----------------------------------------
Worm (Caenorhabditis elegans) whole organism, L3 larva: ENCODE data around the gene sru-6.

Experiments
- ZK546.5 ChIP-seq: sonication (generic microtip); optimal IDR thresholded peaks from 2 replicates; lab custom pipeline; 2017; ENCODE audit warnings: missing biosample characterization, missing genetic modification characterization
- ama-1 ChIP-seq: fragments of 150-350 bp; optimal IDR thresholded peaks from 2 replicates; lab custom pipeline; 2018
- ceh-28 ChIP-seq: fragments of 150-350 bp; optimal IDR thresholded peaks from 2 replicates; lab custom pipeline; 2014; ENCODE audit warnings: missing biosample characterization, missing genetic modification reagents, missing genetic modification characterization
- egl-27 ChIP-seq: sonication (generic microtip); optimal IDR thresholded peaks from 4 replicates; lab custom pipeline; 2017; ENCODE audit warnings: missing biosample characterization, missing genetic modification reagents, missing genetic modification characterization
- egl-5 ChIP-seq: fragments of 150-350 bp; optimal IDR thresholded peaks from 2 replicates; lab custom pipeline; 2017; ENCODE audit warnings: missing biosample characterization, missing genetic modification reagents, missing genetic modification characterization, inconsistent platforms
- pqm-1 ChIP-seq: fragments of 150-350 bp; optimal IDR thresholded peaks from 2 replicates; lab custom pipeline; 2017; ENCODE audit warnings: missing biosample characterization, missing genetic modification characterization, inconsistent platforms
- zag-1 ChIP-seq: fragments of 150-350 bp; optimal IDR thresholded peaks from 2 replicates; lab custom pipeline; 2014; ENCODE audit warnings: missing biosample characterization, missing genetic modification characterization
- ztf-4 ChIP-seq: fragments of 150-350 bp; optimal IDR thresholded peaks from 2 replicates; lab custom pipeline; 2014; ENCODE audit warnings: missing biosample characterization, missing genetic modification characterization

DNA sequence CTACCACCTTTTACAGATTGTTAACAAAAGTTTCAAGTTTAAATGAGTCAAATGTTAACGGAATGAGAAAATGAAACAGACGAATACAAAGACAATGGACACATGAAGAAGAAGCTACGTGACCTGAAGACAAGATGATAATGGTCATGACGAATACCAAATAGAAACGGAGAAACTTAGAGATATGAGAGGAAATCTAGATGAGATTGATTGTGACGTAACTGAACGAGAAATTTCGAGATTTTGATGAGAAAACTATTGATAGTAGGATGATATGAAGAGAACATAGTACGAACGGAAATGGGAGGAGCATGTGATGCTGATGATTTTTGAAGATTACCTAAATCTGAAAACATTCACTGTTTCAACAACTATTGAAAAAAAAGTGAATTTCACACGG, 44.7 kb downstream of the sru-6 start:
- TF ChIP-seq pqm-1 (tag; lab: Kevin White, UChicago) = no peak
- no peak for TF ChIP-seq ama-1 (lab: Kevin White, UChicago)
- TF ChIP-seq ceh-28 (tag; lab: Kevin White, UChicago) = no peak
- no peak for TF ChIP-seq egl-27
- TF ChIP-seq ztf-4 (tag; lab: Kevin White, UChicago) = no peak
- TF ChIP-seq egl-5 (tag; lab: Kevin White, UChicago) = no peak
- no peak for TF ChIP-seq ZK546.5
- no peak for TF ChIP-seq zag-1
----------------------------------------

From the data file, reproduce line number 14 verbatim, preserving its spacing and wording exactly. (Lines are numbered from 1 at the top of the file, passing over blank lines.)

- TF ChIP-seq ceh-28 (tag; lab: Kevin White, UChicago) = no peak